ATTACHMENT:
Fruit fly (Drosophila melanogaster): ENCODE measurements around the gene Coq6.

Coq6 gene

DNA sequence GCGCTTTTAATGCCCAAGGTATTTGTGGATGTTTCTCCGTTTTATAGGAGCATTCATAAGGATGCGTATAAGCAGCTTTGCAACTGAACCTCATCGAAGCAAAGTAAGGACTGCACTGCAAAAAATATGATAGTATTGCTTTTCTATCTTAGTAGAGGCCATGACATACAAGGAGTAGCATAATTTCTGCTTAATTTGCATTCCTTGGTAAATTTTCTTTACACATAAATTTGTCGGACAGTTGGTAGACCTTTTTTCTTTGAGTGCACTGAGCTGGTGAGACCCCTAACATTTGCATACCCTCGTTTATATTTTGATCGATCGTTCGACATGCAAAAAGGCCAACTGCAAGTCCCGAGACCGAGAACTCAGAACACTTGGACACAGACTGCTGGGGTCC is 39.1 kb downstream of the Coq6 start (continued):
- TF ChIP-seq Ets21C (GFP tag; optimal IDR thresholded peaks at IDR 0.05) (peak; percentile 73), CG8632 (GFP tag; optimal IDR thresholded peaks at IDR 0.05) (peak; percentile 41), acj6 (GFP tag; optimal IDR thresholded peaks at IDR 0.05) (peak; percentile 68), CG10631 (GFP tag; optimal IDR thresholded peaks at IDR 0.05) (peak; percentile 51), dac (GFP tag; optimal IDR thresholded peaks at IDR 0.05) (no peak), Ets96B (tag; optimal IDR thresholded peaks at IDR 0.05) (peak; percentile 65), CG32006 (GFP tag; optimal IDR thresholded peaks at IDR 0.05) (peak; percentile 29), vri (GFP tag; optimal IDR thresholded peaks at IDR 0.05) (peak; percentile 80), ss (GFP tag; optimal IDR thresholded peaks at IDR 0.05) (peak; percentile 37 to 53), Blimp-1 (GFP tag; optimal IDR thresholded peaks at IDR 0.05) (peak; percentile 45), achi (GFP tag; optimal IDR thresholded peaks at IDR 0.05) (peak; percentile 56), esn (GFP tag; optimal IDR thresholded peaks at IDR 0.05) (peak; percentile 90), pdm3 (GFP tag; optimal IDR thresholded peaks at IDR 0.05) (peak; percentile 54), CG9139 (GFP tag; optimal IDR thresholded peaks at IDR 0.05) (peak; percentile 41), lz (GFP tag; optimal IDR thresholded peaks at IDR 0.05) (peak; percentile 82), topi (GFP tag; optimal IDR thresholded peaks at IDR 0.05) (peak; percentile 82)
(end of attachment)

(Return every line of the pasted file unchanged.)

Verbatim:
Fruit fly (Drosophila melanogaster): ENCODE measurements around the gene Coq6.

Coq6 gene

DNA sequence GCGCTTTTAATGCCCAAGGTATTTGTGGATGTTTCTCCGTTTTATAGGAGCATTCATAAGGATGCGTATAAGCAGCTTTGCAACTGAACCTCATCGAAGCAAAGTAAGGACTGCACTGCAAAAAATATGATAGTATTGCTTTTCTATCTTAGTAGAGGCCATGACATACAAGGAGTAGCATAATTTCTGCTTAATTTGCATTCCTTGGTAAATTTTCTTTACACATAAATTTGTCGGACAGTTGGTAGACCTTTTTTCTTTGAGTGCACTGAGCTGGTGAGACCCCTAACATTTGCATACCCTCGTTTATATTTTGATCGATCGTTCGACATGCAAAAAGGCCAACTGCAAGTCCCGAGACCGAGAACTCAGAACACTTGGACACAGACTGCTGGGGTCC is 39.1 kb downstream of the Coq6 start (continued):
- TF ChIP-seq Ets21C (GFP tag; optimal IDR thresholded peaks at IDR 0.05) (peak; percentile 73), CG8632 (GFP tag; optimal IDR thresholded peaks at IDR 0.05) (peak; percentile 41), acj6 (GFP tag; optimal IDR thresholded peaks at IDR 0.05) (peak; percentile 68), CG10631 (GFP tag; optimal IDR thresholded peaks at IDR 0.05) (peak; percentile 51), dac (GFP tag; optimal IDR thresholded peaks at IDR 0.05) (no peak), Ets96B (tag; optimal IDR thresholded peaks at IDR 0.05) (peak; percentile 65), CG32006 (GFP tag; optimal IDR thresholded peaks at IDR 0.05) (peak; percentile 29), vri (GFP tag; optimal IDR thresholded peaks at IDR 0.05) (peak; percentile 80), ss (GFP tag; optimal IDR thresholded peaks at IDR 0.05) (peak; percentile 37 to 53), Blimp-1 (GFP tag; optimal IDR thresholded peaks at IDR 0.05) (peak; percentile 45), achi (GFP tag; optimal IDR thresholded peaks at IDR 0.05) (peak; percentile 56), esn (GFP tag; optimal IDR thresholded peaks at IDR 0.05) (peak; percentile 90), pdm3 (GFP tag; optimal IDR thresholded peaks at IDR 0.05) (peak; percentile 54), CG9139 (GFP tag; optimal IDR thresholded peaks at IDR 0.05) (peak; percentile 41), lz (GFP tag; optimal IDR thresholded peaks at IDR 0.05) (peak; percentile 82), topi (GFP tag; optimal IDR thresholded peaks at IDR 0.05) (peak; percentile 82)